Brunswick senior to represent Maine in 2012 U.S. Youth Senate
BRUNSWICK — As the student representative to the Brunswick School Board, Julia Brown knows a lot about politics for a high school senior.
But after a week-long trip to Washington, D.C., next spring, she'll be a pro at national politics, too.
Brown is one of two Maine high school students selected to represent the state in the U.S. Senate Youth Program.
Brown, 17, and Adam Cohen, of Scarborough, will travel to Washington in March along with student delegates from around the country. The students will meet with high-level officials, including the president, senators and Supreme Court justices, and tour the capital. Brown will also receive a $5,000 college scholarship.
As part of the application process, Brown took a two-hour test on U.S. history and politics that she described as similar to the SAT. Because she found out about the program only two weeks before the test date, she didn't have much time to memorize famous quotes, events and political figures.
"I literally crammed like it was a bar exam," Brown said.
Despite the short time frame, Brown was one of the top nine scorers on the test. All Maine high school students with experience in school or local government were eligible to apply.
She and the other finalists were invited to Augusta on Nov. 18 for a "judging day."
Brown said she had no idea what to expect. She had about 10 minutes to throw together a speech about the greatest problem in the nation and what's being done about it. She chose to talk about partisanship in Washington and Occupy Wall Street.
After her speech, she watched all the other finalists present what they'd come up with.
"I lucked out because the kids who got there were super-brainiacs, and I'm an actress and a speaker. So when it came to the speech they were more content dense, but I knew how to present myself," she said.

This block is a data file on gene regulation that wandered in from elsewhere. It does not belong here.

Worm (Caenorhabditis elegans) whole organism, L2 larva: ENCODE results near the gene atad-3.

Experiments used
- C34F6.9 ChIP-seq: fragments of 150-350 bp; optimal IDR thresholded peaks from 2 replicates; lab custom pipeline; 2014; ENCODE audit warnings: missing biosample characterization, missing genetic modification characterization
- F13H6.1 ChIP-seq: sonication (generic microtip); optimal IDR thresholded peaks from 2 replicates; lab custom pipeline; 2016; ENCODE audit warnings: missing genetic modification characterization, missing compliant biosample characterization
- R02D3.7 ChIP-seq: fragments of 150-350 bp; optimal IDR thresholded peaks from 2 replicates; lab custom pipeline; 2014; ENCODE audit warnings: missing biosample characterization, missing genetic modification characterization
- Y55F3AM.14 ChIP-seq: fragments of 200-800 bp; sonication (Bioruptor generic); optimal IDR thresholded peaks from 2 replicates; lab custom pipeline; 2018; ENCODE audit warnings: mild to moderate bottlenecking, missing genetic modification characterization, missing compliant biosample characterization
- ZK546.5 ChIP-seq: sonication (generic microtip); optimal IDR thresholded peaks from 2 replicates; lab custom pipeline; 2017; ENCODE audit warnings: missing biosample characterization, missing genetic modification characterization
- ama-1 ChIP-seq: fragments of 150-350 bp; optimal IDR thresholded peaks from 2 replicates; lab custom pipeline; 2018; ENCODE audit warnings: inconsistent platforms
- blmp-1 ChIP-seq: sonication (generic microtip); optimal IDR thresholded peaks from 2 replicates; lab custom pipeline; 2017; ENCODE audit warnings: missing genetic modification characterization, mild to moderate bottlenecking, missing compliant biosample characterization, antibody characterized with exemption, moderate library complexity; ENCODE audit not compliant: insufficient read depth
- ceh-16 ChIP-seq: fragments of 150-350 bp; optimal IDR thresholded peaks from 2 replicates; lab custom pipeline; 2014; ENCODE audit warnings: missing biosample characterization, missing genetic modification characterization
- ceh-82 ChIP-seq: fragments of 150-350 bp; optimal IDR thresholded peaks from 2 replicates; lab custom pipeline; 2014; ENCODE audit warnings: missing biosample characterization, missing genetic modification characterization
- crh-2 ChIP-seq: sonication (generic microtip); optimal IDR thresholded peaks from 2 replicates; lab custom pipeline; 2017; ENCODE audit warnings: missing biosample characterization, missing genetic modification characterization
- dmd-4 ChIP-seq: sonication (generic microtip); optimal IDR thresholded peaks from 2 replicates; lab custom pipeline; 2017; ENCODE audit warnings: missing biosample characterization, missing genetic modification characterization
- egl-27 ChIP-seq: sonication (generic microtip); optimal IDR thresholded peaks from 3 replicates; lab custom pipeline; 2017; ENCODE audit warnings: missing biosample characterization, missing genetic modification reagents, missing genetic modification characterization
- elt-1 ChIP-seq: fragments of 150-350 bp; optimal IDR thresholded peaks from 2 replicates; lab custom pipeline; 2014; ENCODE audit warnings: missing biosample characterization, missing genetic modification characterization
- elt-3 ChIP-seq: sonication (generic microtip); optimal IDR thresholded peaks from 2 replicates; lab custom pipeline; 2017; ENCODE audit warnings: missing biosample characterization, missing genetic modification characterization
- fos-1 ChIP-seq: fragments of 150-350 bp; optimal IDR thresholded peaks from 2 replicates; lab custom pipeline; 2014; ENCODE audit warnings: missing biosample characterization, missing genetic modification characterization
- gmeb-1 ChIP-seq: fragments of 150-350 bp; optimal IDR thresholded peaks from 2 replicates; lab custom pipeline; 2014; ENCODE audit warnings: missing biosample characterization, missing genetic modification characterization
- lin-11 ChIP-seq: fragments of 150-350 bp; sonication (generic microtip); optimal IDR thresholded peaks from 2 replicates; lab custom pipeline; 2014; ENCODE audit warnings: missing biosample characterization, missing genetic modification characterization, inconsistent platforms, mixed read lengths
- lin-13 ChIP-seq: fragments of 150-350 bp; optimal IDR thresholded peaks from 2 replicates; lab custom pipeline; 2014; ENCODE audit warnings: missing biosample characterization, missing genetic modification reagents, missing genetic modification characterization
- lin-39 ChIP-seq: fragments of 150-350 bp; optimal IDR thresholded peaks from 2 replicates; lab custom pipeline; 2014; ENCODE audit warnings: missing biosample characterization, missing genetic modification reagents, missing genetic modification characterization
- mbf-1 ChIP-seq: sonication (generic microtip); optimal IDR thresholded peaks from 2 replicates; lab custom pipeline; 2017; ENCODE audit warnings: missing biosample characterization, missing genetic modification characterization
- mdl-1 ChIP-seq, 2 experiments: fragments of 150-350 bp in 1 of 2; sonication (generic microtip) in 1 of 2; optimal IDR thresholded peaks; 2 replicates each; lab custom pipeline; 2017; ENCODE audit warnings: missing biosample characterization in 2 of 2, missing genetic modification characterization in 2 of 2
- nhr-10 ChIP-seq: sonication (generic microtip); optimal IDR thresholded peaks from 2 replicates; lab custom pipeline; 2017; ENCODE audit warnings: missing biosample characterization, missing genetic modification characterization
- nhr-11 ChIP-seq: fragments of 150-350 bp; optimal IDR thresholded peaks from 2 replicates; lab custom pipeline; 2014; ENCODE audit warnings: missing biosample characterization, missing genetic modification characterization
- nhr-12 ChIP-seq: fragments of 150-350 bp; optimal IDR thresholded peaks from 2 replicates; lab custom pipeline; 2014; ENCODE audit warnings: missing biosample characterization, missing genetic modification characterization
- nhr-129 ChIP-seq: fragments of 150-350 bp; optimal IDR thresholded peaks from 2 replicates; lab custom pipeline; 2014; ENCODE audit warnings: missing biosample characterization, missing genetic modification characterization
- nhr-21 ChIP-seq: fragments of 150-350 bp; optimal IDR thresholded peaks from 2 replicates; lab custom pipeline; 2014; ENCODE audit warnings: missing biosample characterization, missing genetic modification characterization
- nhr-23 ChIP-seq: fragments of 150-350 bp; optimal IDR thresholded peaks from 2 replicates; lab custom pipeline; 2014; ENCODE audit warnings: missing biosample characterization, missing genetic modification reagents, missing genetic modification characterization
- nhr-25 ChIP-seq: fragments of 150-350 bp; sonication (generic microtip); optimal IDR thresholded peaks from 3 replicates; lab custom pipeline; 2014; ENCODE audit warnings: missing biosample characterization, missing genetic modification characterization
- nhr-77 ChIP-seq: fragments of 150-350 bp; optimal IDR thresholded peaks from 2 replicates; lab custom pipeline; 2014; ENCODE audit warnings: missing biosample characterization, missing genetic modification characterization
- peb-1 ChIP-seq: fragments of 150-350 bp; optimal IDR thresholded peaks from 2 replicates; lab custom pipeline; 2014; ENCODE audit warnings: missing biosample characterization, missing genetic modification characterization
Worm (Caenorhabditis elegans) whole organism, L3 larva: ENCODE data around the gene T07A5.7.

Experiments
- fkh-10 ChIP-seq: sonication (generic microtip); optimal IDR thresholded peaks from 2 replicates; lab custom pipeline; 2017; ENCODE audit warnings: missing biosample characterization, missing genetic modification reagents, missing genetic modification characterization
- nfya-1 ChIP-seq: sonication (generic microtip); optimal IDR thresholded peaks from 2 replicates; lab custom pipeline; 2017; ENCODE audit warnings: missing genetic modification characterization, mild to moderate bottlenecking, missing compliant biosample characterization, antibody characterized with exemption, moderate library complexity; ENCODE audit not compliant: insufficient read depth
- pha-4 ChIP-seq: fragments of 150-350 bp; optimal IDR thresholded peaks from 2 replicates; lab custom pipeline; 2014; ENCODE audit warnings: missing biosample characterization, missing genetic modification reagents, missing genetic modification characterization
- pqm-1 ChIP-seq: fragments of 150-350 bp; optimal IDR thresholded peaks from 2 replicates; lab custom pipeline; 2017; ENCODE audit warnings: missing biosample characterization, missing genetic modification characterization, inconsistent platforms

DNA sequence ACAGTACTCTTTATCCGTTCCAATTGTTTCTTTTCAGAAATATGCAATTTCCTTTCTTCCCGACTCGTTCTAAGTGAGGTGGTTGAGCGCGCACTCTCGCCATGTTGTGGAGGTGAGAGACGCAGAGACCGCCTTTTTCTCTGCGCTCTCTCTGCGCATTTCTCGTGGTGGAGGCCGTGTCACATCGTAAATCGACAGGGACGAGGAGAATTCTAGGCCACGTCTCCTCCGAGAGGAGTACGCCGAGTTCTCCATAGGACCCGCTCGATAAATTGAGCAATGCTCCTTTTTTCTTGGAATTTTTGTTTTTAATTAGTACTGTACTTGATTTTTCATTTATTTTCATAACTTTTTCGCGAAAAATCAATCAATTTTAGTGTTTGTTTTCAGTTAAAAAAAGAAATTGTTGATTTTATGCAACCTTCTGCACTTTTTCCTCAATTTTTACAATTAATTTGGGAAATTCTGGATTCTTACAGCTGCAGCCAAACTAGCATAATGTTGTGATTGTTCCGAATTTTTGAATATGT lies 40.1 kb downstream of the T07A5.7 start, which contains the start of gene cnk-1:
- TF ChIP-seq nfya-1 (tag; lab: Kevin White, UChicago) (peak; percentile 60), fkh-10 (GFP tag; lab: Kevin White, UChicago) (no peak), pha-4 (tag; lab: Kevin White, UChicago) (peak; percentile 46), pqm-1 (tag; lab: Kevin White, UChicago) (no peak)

Judges, including representatives from the offices of U.S. Sens. Olympia Snowe and Susan Collins, selected Brown and Cohen based on their performance in the day's three tasks: public speaking and speech writing, debate and a detailed interview.
Two weeks ago, Brown received a letter informing her she'd been selected. When she opened it, she said, she "freaked out."
"I danced around the house. I was jumping around," Brown recalled.
She said she is most excited about meeting President Obama, and hopes to meet Supreme Court Justice Anthony Kennedy.
But she's also looking forward to meeting the other student delegates and hearing about how they run their high school student governments.
Brown hopes to share her experience in the nation's capitol with the student representatives at Brunswick High School to improve the quality of student government.
And maybe, one day, she'll run for elected office herself, although Brown said she'd never want to be involved at a national level.
"I'd always want to be a school board member or a municipal board member," she said. "I'm just a small-town girl."